Toy bulldozer promise results in a road trip

Bill Johnston collected 23 toy bulldozers after he retired from farming.  |  Supplied photo

An ailing father drew inspiration from toy models of heavy equipment he had worked with decades ago on the farm

“Now a promise made is a debt unpaid,” wrote Robert Service in his Klondike poem, The Cremation of Sam McGee.

I couldn’t help thinking of that admonition as I followed up on a purchase of a toy bulldozer collection for my late father.

When Alfred Kihn of Didsbury, Alta., reached his mid-80s and became more housebound, I began a toy collection for him, broadly defined as tractors he had once owned.

His two main careers of hauling pulpwood out of the Ontario bush, and then later as a Manitoba farmer, left me a long list of possibilities.

I got Dad’s favourites first: an International-Harvester 175 track loader from the mid-1960s, and an IH TD-15 bulldozer.

He remembered them well from 50 years earlier. In fact, Mom said the toys prompted his endless stories to visiting relatives and friends. Dad knew the sharp whistle of the turbo-charged engine on the 175. He recalled the weight of the dozer and how his tandem log truck could barely handle the heavy TD-15.

The toys filled in many hours as he would reminisce of his dozer days in the vast forests of Ontario’s north.

To start his farm collection, I ran ads in toy magazines seeking Dad’s tractors from the 1970s: an 830 Case with square fenders, a 65 horsepower Deutz, a WD-6 International, a Fordson Major, a 955 Caterpillar loader (for feedlot cleaning), and his faithful chore horse, a Model S Case. I never actually made much progress on that list.

However, I did find a list of toy dozers in a magazine classified ad. I called the owner and quickly made a deal to come out and buy his collection. He was 400 kilometres away, though, and I was busy. I set the deal aside for another day.

In his late 80s, the mists of dementia began to cloud Alfred’s mind. Those dozers, though, seemed to evoke lucid periods when he’d pick one up and tell a story. Mother attained sainthood listening to Dad’s stories over and over again.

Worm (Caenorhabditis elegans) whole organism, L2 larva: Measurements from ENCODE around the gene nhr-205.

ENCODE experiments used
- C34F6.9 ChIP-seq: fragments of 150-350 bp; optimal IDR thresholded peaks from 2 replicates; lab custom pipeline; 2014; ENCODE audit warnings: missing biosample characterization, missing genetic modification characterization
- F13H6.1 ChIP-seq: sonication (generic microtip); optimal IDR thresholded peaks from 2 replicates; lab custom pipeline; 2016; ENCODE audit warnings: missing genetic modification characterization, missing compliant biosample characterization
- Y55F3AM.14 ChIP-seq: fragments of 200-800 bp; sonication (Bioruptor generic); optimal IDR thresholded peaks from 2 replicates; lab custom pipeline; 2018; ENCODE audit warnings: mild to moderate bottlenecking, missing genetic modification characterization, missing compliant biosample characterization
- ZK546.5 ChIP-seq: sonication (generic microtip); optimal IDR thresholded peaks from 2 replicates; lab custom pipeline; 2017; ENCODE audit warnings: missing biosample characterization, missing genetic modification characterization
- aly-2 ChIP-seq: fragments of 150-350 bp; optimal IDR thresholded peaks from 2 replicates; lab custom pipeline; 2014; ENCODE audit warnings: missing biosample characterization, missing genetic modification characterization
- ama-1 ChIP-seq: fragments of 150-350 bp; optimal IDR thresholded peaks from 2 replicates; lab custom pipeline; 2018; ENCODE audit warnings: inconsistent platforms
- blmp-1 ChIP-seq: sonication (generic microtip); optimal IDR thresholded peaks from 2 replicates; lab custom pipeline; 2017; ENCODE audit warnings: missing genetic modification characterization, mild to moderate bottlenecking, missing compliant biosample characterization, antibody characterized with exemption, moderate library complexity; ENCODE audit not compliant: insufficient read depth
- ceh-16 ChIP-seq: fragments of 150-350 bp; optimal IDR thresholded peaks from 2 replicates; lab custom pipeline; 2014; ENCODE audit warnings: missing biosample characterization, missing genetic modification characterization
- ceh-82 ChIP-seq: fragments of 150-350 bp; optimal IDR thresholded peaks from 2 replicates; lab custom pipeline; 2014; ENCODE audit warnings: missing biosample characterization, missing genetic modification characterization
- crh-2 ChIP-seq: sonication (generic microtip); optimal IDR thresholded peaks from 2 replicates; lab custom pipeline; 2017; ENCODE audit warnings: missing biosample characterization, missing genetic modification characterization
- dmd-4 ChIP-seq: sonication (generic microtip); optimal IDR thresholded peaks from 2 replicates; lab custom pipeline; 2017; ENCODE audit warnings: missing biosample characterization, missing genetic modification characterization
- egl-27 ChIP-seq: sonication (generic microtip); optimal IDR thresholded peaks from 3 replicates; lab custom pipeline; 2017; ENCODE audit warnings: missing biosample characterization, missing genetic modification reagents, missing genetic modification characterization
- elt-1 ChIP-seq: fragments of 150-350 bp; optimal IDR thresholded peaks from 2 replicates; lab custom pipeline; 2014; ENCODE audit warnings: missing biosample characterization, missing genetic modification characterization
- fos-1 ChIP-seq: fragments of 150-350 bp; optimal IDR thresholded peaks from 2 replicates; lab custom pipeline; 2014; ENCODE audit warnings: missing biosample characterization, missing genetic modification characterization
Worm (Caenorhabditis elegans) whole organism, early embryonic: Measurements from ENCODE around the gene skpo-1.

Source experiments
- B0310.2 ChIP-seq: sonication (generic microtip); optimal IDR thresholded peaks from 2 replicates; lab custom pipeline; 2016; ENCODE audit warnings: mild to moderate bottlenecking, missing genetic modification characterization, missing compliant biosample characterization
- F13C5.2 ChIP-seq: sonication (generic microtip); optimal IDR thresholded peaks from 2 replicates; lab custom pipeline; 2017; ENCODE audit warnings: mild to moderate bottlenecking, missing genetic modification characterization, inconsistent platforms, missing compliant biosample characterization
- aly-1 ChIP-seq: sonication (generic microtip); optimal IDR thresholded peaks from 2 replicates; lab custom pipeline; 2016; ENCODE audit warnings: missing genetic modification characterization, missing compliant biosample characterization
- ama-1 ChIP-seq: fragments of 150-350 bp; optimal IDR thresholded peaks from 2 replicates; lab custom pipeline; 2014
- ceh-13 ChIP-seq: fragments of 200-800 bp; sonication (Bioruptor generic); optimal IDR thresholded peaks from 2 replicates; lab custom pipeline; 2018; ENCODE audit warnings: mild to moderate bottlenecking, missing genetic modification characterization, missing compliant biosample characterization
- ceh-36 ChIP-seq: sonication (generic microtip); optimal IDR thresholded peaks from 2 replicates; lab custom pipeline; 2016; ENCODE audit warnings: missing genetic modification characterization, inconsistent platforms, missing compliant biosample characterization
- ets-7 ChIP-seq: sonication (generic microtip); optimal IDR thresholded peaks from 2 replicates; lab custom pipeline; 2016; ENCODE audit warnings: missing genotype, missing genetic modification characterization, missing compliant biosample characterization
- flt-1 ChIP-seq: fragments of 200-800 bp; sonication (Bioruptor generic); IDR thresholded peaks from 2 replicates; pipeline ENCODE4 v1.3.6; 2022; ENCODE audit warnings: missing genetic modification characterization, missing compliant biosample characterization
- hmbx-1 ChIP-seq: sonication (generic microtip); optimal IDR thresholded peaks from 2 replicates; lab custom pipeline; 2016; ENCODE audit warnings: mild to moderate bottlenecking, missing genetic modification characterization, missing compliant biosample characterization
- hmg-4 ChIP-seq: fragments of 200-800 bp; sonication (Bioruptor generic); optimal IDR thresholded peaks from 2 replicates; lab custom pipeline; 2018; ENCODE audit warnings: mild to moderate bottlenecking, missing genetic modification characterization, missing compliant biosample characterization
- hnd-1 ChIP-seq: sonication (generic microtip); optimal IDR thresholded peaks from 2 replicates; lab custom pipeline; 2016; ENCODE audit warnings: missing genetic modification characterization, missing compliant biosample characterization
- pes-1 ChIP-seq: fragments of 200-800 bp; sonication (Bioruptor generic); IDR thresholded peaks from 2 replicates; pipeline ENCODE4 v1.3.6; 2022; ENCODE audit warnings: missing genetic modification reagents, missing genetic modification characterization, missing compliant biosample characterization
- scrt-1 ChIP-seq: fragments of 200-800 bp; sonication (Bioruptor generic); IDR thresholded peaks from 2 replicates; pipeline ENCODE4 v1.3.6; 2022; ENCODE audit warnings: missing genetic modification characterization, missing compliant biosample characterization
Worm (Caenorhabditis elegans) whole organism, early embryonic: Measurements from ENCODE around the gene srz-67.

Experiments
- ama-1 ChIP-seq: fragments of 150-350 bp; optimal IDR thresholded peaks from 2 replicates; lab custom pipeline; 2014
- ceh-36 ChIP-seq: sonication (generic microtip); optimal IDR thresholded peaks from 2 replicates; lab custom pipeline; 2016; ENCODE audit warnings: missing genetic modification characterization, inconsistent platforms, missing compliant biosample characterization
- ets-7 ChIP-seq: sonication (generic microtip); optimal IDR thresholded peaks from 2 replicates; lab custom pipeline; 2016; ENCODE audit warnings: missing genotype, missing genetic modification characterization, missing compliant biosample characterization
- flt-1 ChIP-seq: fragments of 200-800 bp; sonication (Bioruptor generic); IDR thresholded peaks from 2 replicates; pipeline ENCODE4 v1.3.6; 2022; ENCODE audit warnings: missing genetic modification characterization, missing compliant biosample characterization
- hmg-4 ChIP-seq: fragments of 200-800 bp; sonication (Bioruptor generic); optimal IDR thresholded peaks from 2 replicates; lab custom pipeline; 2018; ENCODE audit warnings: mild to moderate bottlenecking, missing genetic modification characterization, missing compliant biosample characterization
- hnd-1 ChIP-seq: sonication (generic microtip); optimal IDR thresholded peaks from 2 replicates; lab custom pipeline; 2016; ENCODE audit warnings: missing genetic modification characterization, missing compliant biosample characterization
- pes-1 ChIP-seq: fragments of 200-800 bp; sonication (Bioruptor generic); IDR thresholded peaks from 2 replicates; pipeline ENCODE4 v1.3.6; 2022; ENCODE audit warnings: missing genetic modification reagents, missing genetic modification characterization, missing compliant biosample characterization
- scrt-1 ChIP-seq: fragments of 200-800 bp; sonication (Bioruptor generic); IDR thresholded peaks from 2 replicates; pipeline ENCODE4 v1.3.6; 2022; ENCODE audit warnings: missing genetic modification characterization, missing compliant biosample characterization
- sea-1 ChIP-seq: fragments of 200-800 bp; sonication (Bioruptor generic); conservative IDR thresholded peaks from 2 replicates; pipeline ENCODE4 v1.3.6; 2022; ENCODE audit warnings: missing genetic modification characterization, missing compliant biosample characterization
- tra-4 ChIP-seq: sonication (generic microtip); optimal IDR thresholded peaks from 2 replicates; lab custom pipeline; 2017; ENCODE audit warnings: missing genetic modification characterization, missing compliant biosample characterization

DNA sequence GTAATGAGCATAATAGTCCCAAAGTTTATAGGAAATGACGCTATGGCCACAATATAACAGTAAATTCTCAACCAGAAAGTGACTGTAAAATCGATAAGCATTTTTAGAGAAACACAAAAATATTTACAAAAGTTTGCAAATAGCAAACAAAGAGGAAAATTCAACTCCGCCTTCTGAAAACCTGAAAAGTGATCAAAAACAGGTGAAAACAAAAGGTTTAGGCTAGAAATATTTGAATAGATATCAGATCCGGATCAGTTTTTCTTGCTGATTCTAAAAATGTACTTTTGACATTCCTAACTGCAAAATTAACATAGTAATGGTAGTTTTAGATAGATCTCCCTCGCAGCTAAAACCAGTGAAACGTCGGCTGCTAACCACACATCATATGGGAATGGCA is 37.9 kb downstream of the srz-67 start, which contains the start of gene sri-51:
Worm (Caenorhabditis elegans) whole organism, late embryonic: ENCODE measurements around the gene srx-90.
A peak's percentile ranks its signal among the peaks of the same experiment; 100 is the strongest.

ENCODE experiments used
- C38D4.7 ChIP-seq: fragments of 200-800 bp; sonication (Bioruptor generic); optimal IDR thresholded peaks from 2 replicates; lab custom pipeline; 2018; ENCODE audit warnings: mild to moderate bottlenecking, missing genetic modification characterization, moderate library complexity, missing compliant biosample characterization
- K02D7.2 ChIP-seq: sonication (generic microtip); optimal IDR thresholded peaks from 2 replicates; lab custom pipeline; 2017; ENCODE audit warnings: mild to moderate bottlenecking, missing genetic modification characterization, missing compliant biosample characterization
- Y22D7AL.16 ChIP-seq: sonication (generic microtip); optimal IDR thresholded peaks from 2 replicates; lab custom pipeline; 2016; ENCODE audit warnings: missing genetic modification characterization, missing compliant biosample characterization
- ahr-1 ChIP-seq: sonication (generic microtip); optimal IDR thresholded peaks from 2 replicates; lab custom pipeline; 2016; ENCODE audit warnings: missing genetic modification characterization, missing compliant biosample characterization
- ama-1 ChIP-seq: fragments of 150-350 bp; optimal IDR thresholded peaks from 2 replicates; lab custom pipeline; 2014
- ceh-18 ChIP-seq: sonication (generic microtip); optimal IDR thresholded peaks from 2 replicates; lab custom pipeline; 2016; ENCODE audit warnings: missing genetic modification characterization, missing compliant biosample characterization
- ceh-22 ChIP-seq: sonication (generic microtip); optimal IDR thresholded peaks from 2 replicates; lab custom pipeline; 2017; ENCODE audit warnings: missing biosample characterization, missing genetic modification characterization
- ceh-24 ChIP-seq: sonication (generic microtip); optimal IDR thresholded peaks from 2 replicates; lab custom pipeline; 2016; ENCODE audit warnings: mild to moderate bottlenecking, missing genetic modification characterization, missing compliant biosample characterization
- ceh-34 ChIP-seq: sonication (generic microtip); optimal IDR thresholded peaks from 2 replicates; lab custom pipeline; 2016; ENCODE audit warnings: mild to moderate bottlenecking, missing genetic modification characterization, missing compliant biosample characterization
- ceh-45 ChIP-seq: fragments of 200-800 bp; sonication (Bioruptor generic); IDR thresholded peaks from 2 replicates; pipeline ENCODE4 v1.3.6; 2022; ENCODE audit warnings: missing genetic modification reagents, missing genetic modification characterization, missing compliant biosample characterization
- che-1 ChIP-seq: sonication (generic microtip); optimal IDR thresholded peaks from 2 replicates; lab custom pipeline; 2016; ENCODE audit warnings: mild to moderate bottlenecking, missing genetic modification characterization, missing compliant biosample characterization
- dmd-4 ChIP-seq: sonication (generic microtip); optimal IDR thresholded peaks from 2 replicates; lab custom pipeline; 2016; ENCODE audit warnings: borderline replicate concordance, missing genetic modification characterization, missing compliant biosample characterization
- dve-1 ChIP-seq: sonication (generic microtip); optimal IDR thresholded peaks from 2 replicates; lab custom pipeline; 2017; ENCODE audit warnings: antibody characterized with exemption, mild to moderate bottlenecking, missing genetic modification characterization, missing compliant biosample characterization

In December 2016 and into his 90th year, Dad passed away, taking with him his bulldozer memories. I handed off his beloved IHC 175 toy loader to his only living brother, Walter.

In the fall of 2018, while flipping through an old toy collector’s magazine, I spotted the ad for the same bulldozer collection. Wow. I’d forgotten. I’d better phone. I’d better keep my promise.

After explaining who I was, Bill Johnston remembered me, and our deal. Yes, he still had them and he would part with them. I told him I would clear my schedule and zip out his way soon.

On a dark early November morning, I left Calgary and began my road trip to the other side of the Continental Divide. It was a beautiful day and the early fall snows had melted. The Crow’s Nest Pass was clear and dry. I roared through, westbound into British Columbia.

Just after lunchtime I was ringing Johnston’s doorbell in Cranbrook. A cheery retired Alberta farmer from the Olds/Bowden area greeted me. He had stacked the sought-after dozer collection inside the front door — all 23 in their original boxes, all brand new, all 1/16 scale models.

My dad would have delighted in the variety. Plus, he may have had a story about most of them. I believe Johnston’s collection would have brought Dad joy — his favourite machines, and the source of his favourite stories.

Johnston, then 84, had begun his collection shortly after retiring in the early 1990s.

“I’d always liked tractors, and particularly tracked ones,” he said. “I never owned an actual crawler though and I have never driven one,” he said.

He even gave me a bonus, his favourite farm tractor — the Oliver Super 88.

Johnston had gathered the toys at store sales, auction sales, and garage sales.

“It’s time to let them go,” he said.

Johnston said he also collected tobacco pipes, and showed me his display of about 300 pipes. His wife, Donna, has an extensive “wade whimsies” collection of glass figurines.

Three hours later and with a lighter wallet, I headed for home with a backseat full of boxes.

I raced the setting sun through the mountains, stopping only to let two moose cows amble off my back-roads shortcut west of Nanton. Up close, they look hideous, but “good eatin’,” brother Ron told me.

As for the toy dozer collection, I had several options, and even an offer.

Art Hanger, a retired federal politician now living in Calgary, was interested. He and his brother, Jim, who still farms extensively in Three Hills, Alta., have an idea for a Homestead Museum at the original family farm just south of that town. They will seek unique items to display.

Pulling into my home driveway, I still wasn’t sure what to do. But I did know that I had kept a promise — to myself, to Johnston, and even to my dad, an original dozer guy.

Robert Service would have smiled.

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